I previously wrote a short list of things you probably shouldn’t say to someone diagnosed with cancer. Thankfully, there’s a flip-side of things that cancer patients want to hear – need to hear. The following list contains words that I could never get enough of during treatment.
“I’m praying for you.”
I believe that no matter where you are with your faith, these words are some of the most precious words anyone in any dire situation can hear. Just knowing that I was being thought about and prayed over meant so much because I was in a place where praying was SO hard to do.
Many conversations with fellow patients and nurses turned to prayer. The cards I received mentioned prayer. A family member passing along that “so and so” is praying for you.
It was those prayers that got me through.
“I don’t know how you feel, but please help me understand.”
Chemo took an enormous toll on my mind and body. The side effects were horrible and by the time I felt better, it was time for the next round of chemo. With each round, I grew worse and worse.
And no one understands.
No one can understand the pain you feel, the mouth sores, nausea, mind-numbing depression, tingly fingers, difficulty going to the bathroom, constant body temperature monitoring, and lethargy. No one understands why you don’t want to read, watch TV, listen to music, go to the park, walk the dog – or do ANYTHING. No one understands that laying in bed all day is the best possible scenario you can come up with to take care of yourself.
And I felt I had to explain myself when I didn’t have an interest in anything when really I had no explanation other than it was the chemo drugs turning me into a zombie.
So it can mean the world to someone if you acknowledge you don’t understand their situation, but you want to try. Get down in the pit with them. Sit with them. Cry with them. Don’t give your sympathy, give your empathy.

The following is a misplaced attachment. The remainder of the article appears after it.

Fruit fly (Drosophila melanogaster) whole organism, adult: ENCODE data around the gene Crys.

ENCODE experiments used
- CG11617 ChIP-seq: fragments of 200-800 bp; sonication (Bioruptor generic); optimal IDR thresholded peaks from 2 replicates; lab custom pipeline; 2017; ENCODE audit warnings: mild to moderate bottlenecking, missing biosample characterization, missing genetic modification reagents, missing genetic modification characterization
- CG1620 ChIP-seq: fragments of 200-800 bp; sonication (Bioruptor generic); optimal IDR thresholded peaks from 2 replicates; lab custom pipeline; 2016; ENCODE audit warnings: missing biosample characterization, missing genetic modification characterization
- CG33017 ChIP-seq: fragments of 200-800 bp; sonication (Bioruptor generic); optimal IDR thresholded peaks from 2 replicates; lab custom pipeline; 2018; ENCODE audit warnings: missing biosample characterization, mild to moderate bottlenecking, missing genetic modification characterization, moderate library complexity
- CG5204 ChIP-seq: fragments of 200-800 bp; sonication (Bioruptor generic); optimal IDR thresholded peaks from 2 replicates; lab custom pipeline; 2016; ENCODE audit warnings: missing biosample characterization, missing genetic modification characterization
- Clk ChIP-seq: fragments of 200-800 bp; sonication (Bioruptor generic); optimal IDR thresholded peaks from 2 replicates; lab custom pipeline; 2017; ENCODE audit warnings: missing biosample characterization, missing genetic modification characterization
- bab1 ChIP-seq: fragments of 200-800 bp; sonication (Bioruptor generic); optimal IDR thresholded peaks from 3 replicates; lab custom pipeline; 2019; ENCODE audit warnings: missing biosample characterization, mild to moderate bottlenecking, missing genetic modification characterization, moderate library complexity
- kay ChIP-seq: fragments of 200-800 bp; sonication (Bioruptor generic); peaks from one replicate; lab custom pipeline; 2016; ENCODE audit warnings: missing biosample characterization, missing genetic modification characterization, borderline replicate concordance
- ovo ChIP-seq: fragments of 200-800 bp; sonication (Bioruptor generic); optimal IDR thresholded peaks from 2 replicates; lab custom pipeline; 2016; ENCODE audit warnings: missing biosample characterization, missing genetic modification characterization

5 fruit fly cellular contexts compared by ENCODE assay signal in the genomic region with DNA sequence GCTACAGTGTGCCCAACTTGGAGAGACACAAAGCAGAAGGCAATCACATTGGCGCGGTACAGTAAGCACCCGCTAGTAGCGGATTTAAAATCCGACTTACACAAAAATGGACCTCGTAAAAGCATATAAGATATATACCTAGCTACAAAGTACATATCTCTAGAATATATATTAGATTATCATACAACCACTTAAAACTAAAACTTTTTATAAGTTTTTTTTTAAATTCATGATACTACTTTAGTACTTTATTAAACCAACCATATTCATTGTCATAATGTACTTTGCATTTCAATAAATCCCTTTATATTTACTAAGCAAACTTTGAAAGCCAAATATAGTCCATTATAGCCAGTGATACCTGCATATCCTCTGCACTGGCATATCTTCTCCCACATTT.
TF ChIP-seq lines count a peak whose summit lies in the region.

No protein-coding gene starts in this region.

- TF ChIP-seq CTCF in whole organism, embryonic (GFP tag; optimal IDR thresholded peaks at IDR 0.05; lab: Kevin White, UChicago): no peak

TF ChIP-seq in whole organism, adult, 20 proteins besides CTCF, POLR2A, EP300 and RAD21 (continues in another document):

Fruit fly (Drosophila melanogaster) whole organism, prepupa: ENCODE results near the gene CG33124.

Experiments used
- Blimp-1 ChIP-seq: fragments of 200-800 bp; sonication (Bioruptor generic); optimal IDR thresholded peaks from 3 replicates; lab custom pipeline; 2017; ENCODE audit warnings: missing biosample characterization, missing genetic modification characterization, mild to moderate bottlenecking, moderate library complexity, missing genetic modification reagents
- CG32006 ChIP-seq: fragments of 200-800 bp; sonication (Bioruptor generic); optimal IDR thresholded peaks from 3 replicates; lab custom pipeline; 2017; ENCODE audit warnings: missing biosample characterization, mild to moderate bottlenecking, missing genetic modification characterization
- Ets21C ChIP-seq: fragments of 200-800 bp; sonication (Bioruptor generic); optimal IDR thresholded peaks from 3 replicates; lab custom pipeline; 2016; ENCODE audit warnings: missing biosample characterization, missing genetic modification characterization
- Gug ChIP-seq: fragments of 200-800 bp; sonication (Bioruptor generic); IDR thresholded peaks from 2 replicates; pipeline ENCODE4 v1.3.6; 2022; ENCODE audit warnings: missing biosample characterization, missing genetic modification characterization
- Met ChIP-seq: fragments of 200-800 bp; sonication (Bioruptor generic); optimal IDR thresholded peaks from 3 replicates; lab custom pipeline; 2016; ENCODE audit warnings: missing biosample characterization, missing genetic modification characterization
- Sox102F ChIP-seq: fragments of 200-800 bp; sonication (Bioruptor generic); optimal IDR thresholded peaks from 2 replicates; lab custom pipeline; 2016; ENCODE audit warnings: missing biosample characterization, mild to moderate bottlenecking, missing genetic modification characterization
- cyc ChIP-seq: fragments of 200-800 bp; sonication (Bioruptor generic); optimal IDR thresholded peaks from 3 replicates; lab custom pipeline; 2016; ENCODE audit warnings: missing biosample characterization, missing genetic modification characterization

“I will help get you through this.”
I couldn’t have pushed through cancer on my own. Unfortunately, many people do. And I just can’t imagine that.
Patients need a good team around them and a lot of times we feel cut off from the world. Many times friends begin to disappear from our lives because they don’t know what to do.
Saying that one phrase above can be such a comfort. Hearing that someone is devoted to getting you through or having someone be open to your emotions and pains of the day via text message helps immensely. Most of the time we just need to vent. Or we need a cute cat gif.
“I am here and I will help you get through this, no matter how long it takes.” We need to know we are still loved, we are still wanted, that we still matter. You’re probably thinking, “but of course you do and you should know that!” However, the chemo strips all of that from you – making you feel worthless.
I’m sure I could squeeze in a couple more, but these are at the tippy-top of the list and can be said over and over and over. If you know of someone struggling with cancer today, don’t hesitate to reach out and begin and end your conversation with all three.
Would you add anything to this list?